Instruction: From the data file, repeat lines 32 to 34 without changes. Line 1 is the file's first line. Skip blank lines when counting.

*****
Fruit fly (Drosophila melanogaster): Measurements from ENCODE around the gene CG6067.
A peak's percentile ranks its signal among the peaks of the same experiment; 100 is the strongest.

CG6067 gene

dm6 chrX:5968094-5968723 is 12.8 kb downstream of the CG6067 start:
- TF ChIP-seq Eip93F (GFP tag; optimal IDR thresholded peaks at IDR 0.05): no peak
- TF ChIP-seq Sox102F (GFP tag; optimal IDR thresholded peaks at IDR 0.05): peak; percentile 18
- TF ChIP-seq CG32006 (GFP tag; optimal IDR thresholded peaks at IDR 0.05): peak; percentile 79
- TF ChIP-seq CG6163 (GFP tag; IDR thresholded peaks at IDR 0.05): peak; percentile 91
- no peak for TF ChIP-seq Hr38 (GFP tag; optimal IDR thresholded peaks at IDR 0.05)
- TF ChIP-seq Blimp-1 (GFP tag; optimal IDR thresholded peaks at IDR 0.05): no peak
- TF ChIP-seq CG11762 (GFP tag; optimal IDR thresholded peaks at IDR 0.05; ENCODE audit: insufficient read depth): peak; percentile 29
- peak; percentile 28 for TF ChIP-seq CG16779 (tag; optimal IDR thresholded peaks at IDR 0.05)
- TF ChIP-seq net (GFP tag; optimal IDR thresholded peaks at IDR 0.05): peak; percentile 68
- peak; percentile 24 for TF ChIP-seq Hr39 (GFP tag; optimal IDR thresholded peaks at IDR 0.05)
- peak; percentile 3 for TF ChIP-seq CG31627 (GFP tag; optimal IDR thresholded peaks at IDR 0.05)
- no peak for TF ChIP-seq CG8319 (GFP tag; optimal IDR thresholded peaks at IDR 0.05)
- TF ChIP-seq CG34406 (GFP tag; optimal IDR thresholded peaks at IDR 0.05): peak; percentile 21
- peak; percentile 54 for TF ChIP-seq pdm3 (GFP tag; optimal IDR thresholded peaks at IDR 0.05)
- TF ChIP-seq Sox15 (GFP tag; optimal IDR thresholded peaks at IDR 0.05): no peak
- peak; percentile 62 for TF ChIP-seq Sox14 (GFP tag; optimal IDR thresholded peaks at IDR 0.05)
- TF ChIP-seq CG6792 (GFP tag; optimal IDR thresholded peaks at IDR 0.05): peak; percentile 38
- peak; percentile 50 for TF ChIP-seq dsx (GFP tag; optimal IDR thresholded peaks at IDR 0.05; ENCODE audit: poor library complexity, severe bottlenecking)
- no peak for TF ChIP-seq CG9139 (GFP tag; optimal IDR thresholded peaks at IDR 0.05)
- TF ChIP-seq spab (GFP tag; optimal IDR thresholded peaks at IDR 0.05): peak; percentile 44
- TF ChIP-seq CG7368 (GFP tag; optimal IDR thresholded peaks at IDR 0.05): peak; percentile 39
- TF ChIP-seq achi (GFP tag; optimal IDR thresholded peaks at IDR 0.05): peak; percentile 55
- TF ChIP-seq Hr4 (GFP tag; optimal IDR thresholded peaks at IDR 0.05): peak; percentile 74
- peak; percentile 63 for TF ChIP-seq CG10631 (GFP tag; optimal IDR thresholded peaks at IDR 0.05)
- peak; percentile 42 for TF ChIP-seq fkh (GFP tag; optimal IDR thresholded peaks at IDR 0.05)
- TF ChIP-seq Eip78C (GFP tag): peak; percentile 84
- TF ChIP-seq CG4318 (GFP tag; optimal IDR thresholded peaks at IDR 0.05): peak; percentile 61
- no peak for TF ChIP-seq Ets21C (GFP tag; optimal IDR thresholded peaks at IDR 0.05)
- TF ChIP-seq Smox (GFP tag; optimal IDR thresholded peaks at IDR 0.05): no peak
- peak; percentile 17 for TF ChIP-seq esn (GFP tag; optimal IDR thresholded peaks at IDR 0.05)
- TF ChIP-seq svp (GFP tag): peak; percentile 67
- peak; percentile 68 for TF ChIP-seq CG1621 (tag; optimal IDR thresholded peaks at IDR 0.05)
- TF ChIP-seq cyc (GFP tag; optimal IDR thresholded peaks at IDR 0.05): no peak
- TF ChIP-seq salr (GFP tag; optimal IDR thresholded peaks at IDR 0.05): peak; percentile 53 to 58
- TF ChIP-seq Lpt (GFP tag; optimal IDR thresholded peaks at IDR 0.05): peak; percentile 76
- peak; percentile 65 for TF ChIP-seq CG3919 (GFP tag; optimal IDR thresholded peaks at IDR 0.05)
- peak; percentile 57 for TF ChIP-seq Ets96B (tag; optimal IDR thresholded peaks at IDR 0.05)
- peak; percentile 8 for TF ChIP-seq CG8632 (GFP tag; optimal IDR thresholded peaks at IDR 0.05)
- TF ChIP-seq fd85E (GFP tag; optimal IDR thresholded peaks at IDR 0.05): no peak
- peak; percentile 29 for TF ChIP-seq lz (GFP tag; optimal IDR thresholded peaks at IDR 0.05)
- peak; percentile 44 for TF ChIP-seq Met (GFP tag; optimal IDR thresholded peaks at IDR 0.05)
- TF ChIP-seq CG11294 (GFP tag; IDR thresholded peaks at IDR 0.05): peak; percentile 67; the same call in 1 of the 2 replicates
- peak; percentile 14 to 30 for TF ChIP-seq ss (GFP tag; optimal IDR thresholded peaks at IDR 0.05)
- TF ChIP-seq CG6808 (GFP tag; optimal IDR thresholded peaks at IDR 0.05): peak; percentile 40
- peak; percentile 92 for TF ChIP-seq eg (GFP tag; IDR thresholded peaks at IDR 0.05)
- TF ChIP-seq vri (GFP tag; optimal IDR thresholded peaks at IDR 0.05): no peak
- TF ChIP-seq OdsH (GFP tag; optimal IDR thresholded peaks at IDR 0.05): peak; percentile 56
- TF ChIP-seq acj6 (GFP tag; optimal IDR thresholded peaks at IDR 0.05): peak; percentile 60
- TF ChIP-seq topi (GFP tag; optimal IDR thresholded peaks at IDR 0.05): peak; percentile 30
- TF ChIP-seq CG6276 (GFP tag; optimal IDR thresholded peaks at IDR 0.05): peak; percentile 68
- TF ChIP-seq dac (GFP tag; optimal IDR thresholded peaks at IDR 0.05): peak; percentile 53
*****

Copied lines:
- no peak for TF ChIP-seq Ets21C (GFP tag; optimal IDR thresholded peaks at IDR 0.05)
- TF ChIP-seq Smox (GFP tag; optimal IDR thresholded peaks at IDR 0.05): no peak
- peak; percentile 17 for TF ChIP-seq esn (GFP tag; optimal IDR thresholded peaks at IDR 0.05)